What is Chiropractic?
The World Federation of Chiropractic defines chiropractic as "A health profession concerned with the diagnosis, treatment and prevention of mechanical disorders of the musculoskeletal system, and the effects of these disorders on the function of the nervous system and general health. There is an emphasis on manual treatments including spinal manipulation or adjustment."
Chiropractic is a primary health care profession that specialises in the diagnosis, treatment, management and prevention of neuromuscoluoskeletal conditions that occur secondary to the mechanical dysfunction of joints and muscles.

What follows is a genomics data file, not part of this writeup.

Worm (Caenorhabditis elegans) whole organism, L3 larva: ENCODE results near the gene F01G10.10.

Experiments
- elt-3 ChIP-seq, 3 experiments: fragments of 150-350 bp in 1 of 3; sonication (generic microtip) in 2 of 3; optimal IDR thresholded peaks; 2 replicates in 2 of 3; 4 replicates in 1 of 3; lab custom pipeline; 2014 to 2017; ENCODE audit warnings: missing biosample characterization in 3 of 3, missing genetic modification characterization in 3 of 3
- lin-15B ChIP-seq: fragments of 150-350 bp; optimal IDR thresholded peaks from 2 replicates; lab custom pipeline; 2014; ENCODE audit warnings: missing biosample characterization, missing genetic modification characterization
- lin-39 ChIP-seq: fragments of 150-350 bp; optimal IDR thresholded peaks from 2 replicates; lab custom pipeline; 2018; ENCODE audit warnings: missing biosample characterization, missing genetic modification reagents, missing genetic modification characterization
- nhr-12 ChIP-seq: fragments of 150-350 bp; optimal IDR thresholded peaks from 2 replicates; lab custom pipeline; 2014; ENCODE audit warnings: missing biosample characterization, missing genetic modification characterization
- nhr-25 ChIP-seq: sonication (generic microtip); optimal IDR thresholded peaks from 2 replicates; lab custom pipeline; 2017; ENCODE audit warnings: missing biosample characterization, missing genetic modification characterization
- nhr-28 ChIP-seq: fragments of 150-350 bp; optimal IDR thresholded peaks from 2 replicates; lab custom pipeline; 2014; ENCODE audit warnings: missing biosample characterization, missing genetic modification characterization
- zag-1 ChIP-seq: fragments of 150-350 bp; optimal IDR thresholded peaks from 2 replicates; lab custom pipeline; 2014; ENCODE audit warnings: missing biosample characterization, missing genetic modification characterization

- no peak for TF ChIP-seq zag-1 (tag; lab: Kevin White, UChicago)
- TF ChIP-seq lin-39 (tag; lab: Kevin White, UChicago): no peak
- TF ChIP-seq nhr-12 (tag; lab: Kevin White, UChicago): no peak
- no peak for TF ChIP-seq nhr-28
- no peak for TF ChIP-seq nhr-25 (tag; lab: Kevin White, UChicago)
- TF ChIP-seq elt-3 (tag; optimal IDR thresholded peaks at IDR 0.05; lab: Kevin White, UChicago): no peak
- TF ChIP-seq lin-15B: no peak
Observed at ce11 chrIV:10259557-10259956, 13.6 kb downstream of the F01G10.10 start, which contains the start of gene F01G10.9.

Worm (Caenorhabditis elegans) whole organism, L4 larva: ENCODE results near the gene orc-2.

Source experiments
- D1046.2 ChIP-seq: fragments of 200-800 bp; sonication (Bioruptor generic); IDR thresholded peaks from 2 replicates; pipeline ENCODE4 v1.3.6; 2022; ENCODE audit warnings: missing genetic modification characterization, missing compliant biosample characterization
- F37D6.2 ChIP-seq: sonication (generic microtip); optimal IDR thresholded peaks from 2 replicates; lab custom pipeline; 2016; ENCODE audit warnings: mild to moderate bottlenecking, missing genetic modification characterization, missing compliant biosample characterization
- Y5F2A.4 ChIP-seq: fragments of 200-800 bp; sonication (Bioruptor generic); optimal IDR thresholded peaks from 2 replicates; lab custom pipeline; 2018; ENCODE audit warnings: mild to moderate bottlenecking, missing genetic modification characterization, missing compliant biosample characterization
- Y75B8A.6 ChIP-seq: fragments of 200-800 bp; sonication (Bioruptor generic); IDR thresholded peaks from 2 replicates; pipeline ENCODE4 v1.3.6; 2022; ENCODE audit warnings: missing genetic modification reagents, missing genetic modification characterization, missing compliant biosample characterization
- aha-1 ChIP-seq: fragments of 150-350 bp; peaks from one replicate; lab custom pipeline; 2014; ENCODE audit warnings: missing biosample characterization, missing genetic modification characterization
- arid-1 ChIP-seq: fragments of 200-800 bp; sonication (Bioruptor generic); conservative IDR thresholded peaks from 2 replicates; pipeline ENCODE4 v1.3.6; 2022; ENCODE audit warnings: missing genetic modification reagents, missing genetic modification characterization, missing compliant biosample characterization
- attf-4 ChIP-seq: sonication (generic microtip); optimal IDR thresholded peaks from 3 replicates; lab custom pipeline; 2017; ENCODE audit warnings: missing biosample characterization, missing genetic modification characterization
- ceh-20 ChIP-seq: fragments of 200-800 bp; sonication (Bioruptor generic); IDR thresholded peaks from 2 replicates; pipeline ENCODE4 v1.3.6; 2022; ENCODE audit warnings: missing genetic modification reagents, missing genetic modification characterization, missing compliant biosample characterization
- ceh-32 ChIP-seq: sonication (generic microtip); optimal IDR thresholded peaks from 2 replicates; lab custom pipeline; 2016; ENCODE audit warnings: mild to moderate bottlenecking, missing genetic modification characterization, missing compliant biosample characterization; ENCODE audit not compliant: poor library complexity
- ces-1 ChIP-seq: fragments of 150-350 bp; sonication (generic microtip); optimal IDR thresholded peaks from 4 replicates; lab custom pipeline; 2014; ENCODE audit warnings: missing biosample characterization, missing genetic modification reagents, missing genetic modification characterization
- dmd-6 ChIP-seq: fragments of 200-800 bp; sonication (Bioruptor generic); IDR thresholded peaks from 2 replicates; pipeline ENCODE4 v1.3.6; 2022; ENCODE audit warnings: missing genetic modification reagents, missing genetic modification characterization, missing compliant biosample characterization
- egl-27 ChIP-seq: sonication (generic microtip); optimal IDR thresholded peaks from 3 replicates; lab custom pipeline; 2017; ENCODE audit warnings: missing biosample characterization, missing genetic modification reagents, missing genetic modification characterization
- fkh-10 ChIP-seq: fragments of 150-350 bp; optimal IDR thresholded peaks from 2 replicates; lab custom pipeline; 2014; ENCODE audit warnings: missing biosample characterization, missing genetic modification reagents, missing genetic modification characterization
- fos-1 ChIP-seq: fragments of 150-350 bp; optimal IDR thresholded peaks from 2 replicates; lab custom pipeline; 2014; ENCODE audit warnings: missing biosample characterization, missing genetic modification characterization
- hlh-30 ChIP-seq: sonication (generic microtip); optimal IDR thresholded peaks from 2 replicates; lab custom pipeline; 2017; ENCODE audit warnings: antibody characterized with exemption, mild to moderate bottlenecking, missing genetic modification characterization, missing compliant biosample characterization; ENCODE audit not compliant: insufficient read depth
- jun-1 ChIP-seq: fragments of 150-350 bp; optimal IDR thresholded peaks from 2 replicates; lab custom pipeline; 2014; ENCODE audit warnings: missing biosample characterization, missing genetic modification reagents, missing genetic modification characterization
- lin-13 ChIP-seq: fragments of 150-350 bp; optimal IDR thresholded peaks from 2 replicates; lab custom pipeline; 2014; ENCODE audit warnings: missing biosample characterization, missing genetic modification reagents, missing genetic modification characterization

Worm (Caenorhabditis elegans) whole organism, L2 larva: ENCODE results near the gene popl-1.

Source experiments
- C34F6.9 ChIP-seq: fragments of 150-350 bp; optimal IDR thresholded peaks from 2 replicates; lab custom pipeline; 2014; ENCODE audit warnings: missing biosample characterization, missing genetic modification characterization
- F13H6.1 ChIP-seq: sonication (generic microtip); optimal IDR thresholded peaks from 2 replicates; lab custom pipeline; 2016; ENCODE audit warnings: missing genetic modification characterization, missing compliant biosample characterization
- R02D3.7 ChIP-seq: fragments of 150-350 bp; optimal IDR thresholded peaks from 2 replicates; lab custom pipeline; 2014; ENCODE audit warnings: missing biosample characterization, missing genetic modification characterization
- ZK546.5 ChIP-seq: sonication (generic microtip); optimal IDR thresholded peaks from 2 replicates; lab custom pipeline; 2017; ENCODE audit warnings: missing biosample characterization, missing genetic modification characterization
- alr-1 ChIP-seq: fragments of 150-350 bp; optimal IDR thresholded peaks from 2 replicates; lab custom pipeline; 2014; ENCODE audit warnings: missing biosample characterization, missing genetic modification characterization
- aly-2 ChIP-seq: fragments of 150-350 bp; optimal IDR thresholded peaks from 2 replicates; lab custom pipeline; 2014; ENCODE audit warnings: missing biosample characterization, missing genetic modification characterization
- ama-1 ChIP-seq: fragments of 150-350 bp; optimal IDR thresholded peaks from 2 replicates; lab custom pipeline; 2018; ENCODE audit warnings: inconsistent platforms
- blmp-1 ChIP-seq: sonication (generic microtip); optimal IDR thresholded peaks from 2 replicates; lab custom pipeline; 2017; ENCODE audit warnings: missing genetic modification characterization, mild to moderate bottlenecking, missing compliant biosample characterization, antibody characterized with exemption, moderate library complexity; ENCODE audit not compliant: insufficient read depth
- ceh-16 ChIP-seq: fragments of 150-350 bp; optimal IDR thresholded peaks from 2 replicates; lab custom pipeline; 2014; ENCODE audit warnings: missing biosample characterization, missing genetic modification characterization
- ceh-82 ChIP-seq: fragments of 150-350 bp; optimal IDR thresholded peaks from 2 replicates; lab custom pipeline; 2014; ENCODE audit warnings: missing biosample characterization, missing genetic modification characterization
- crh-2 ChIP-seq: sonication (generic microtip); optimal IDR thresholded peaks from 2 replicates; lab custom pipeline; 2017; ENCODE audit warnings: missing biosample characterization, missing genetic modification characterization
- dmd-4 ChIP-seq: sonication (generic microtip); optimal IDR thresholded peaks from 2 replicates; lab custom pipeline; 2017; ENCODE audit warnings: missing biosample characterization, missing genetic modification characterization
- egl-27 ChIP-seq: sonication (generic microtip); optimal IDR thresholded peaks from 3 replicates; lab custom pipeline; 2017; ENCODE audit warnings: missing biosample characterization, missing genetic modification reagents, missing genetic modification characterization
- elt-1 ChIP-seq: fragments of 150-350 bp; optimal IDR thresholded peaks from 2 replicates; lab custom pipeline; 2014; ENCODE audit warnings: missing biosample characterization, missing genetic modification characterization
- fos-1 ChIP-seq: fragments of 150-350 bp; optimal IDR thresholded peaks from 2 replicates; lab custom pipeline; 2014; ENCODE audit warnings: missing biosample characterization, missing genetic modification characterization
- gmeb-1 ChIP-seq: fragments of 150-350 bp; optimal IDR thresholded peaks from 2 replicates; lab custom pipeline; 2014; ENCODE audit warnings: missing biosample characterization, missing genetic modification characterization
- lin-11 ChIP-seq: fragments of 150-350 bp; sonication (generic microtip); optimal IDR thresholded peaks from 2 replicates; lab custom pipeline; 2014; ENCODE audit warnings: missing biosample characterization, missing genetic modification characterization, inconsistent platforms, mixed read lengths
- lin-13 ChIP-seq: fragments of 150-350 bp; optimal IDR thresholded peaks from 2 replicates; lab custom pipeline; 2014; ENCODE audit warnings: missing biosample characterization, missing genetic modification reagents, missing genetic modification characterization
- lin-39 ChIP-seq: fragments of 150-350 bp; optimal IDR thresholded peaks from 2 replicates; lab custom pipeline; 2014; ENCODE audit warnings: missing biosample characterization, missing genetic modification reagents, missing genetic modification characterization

Founded in 1895 by Daniel David Palmer, Chiropractic is now the third largest healthcare Profession in the West after Dentistry and Medicine. Although a relatively “new” profession, records dating back several thousand years from ancient Greek and Chinese civilizations refer to spinal manipulation.
The profession is regulated by the General Chiropractic Council (GCC) and it is illegal to practice in the UK without being registered with the GCC.
In the UK, Chiropractors undergo a minimum of four years internationally accredited training covering topics such as anatomy, neurology, radiography and orthopaedics. The training is extensive and it has to be updated yearly in order to maintain registration with the GCC.